Tuesday, August 22, 2006

Negotiating FTA Quotas for Philippine Nurses Masks A Bigger Problem

The Shisaku blog has an interesting entry where Shisaku juxtaposes what he sees (and I agree with him) as “a shift toward a greater acceptance, indeed desire, for non-Japanese participation in the national workforce” and “the very public fiasco over the opening up nursing positions for qualified Philippina [ed. actually, the nursing profession in Japan has been co-ed for some time now] applicants”.


This is a perfect example for Mancur Olsen’s Logic of Collective Action. There is no Japan Federation of Fast Food Freeters (and Students and Housewives) to protest the encroachment of aliens with or without work visas into their neck of the woods. Nurses, on the other hand, are well-organized profession, with their very own LDP representative in the Upper House.


Moreover, there are no FTA negotiations over part-time gyudon waiters/waitresses quotas to rally the opposition, which is where our negotiations with the Philippines over the nursing profession quota come in. That was doubly embarrassing because one reason free traders like to negotiate big packages instead of individual issues is to concentrate wide but shallow support and bring them to bear on the special interests that dominate individual issues. So much for political leadership.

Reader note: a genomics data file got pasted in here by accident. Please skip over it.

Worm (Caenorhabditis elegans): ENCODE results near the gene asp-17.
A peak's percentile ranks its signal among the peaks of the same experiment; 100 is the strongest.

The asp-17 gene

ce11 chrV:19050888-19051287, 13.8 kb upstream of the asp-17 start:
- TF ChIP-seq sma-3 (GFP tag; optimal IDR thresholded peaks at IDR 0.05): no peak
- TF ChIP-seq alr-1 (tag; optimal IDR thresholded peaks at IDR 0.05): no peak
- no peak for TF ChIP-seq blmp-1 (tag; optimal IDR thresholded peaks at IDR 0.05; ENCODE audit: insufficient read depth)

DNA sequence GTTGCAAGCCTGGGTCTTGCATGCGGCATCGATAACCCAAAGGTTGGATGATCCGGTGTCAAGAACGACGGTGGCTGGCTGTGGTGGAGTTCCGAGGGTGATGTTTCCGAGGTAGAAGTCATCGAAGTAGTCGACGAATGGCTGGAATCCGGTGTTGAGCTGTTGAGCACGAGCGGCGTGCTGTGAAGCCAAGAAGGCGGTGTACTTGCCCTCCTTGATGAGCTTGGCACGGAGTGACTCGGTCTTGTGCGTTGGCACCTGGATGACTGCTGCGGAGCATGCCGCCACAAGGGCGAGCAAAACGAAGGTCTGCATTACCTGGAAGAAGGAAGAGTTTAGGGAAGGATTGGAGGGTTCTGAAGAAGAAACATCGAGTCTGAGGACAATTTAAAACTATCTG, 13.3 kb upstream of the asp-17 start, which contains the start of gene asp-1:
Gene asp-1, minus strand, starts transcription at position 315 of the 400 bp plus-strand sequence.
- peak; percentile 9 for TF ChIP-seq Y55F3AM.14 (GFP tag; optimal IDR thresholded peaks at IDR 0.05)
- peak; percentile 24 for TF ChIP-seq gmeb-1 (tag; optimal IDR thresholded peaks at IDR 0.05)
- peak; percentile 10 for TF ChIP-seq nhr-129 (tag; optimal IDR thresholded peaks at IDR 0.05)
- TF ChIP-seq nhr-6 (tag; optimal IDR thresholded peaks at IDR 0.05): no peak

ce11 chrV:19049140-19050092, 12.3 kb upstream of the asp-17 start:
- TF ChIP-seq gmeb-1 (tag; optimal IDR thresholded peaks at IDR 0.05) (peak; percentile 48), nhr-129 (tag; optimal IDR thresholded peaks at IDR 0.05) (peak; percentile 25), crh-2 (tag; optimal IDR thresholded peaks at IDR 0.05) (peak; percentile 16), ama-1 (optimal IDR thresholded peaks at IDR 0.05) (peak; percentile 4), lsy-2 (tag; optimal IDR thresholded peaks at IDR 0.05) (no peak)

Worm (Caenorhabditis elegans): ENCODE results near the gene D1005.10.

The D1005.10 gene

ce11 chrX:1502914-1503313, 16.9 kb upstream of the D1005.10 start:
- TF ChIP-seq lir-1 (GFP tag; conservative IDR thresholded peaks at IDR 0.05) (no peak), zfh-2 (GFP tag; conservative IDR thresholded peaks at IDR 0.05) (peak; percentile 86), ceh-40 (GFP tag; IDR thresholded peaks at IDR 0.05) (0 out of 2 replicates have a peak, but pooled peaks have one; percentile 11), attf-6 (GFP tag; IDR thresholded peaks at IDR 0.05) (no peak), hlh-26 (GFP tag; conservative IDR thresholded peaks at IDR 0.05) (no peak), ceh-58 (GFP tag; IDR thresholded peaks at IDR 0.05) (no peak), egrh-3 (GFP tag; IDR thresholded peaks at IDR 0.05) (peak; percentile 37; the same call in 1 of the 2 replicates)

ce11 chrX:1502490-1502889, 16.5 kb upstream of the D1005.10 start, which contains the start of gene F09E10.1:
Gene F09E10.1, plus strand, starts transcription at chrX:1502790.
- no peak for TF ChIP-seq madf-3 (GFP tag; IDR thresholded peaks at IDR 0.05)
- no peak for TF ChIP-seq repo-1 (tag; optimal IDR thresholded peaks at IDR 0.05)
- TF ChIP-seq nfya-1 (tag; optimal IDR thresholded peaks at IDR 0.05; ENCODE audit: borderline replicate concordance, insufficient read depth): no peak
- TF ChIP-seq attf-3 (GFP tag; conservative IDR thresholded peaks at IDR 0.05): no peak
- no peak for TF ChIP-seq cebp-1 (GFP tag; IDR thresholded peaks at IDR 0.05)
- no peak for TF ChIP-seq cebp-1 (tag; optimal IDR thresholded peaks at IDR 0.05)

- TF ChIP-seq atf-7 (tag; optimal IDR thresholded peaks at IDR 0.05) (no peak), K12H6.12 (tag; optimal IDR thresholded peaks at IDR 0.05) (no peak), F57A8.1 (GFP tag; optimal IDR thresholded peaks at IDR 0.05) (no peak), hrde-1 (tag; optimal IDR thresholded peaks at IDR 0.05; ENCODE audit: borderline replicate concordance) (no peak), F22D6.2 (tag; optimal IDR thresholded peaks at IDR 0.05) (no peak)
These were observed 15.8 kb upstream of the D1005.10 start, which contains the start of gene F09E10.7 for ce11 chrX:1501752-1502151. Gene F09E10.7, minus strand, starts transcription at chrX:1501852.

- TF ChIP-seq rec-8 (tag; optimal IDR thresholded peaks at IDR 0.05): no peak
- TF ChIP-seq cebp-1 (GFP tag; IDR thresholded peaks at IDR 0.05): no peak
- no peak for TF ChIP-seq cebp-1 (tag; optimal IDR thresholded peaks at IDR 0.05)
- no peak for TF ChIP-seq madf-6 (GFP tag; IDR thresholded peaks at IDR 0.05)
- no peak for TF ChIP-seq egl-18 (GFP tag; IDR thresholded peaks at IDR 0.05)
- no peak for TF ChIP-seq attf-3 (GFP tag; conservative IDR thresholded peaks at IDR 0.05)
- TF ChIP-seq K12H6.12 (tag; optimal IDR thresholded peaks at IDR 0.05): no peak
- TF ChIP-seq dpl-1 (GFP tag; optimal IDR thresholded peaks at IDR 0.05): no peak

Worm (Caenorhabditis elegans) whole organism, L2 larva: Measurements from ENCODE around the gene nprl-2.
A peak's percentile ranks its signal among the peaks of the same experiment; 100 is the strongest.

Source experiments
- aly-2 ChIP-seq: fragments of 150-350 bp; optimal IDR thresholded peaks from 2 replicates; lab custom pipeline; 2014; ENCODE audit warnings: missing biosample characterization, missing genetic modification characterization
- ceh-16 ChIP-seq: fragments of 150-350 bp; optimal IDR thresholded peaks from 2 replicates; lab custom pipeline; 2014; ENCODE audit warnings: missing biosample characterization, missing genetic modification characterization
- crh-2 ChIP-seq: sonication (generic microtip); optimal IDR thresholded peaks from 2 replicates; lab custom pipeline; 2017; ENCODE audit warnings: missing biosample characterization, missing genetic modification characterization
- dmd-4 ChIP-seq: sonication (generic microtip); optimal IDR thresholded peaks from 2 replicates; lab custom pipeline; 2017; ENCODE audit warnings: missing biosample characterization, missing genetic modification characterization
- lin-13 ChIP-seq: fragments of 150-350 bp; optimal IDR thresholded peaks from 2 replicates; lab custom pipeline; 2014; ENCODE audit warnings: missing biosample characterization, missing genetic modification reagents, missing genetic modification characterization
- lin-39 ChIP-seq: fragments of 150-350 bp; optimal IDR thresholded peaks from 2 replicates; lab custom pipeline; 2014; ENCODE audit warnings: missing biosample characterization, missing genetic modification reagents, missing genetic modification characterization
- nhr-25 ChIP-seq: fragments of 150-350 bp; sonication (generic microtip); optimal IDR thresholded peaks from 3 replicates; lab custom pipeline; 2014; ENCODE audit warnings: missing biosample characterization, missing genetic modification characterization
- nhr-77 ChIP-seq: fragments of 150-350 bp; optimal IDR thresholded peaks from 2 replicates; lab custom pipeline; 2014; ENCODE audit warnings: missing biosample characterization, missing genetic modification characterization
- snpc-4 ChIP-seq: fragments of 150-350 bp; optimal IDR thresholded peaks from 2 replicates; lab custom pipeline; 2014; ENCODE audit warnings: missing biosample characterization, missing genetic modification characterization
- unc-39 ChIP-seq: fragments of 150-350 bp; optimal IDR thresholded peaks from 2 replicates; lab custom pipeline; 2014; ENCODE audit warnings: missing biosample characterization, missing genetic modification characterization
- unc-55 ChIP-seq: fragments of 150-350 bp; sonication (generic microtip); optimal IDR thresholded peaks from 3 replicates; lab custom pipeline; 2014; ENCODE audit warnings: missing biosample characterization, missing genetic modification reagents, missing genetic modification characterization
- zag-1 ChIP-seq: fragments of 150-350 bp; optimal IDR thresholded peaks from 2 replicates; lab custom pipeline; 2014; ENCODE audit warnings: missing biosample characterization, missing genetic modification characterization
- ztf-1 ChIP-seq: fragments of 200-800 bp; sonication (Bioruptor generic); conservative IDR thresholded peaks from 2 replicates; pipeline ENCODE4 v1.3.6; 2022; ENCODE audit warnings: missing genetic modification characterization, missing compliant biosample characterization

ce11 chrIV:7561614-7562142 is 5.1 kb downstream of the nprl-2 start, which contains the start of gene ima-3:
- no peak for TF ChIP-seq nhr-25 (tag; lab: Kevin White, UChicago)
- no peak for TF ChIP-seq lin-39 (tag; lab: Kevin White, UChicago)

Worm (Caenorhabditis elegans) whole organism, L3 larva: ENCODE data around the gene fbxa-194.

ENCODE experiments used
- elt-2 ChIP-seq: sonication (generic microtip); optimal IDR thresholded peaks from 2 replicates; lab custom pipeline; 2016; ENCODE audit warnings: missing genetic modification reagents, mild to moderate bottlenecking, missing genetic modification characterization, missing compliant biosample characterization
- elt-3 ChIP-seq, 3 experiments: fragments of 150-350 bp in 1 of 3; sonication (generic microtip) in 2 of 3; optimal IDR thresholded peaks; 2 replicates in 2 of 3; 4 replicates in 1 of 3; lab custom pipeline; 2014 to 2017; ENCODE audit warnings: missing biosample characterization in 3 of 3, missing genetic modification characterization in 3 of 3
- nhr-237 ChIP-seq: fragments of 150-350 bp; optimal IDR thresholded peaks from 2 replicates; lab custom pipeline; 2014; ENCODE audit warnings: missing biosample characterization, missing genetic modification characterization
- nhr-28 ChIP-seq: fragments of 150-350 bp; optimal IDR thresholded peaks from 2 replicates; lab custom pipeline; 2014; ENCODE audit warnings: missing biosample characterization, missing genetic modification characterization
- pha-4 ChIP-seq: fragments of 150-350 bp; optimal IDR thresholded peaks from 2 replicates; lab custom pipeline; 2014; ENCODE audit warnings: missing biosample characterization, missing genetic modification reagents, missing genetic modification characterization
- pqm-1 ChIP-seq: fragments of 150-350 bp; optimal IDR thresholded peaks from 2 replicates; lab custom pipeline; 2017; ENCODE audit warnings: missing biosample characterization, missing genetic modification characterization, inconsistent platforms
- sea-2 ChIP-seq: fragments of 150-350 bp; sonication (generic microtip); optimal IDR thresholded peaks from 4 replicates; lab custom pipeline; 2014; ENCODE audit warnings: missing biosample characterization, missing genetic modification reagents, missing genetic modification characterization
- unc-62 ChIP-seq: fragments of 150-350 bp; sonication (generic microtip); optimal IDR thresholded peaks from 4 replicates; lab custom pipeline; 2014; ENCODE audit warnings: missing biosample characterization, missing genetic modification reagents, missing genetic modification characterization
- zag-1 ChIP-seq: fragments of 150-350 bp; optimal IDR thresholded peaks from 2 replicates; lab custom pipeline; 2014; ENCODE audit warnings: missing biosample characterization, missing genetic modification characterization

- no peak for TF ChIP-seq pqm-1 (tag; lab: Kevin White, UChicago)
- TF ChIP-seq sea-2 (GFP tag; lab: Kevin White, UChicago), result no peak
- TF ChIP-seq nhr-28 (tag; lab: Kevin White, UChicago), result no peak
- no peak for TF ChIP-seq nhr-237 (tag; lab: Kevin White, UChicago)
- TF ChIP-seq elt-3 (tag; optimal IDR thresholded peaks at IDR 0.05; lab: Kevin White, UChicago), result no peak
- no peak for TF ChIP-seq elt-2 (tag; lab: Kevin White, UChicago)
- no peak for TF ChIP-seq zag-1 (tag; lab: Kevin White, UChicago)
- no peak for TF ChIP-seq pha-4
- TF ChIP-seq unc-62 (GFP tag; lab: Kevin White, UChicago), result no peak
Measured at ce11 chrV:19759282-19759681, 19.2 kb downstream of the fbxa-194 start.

But the troubles over the quota negotiations mask a more fundamental problem, which is that Japanese nurses are being underpaid. How can I be sure? Because there’s a shortage of nurses, that’s how. Nursing is a typical 3K (kitsui-difficult, kitanai-dirty, kiken-dangerous) that requires years of training. And they’re far below the doctors on the medical totem pole. It’s no wonder that they often quit early, and never return.


Like most problems in the medical sector, this nursing shortage has its roots in the national healthcare system and, more specifically, how it sets prices. I confess that I have no idea what to do with it. Mr. Abe’s healthcare program, as far as I can gather from his book “美しい国へ (Towards A Beautiful Nation)”, is heavy on prevention, which in itself is okay. But the book says next to nothing about the finances of the healthcare system (and paints what seems to me to be a rather optimistic picture of the public pension system), much less the system’s structure and design. I hope that the soon-to-be-announced program of his will give us a better indication of his objectives and programs in this respect.


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